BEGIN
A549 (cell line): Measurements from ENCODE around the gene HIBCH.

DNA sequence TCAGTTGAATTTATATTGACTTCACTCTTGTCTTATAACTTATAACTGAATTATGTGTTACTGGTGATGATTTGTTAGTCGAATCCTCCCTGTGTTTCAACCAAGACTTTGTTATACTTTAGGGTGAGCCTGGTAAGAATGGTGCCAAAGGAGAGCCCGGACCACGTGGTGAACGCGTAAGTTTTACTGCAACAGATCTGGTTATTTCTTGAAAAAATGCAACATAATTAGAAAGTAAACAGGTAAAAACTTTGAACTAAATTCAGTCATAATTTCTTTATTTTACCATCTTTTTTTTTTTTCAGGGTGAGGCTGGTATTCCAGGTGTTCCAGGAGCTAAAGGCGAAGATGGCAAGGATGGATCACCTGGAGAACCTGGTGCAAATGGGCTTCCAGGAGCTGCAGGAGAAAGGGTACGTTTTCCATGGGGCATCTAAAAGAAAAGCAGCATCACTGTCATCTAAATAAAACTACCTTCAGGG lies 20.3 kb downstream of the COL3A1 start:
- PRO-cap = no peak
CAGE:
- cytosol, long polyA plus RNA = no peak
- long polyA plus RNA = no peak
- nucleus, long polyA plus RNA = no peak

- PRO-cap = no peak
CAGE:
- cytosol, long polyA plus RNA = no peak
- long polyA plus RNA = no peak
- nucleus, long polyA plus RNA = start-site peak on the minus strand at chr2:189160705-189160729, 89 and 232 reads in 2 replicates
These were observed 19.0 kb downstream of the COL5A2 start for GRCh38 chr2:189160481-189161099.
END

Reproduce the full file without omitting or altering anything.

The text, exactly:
A549 (cell line): Measurements from ENCODE around the gene HIBCH.

DNA sequence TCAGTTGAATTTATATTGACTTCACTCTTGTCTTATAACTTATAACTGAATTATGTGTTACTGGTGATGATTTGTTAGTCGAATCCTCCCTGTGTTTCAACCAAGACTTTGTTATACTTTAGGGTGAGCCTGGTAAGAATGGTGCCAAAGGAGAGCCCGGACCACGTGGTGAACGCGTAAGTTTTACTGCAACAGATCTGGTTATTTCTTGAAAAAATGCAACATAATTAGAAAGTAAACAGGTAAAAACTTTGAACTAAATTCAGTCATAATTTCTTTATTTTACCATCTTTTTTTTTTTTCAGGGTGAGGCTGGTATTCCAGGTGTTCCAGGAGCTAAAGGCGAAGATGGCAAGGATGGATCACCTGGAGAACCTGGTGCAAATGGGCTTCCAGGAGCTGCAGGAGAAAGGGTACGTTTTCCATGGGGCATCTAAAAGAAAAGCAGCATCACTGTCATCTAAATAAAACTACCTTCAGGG lies 20.3 kb downstream of the COL3A1 start:
- PRO-cap = no peak
CAGE:
- cytosol, long polyA plus RNA = no peak
- long polyA plus RNA = no peak
- nucleus, long polyA plus RNA = no peak

- PRO-cap = no peak
CAGE:
- cytosol, long polyA plus RNA = no peak
- long polyA plus RNA = no peak
- nucleus, long polyA plus RNA = start-site peak on the minus strand at chr2:189160705-189160729, 89 and 232 reads in 2 replicates
These were observed 19.0 kb downstream of the COL5A2 start for GRCh38 chr2:189160481-189161099.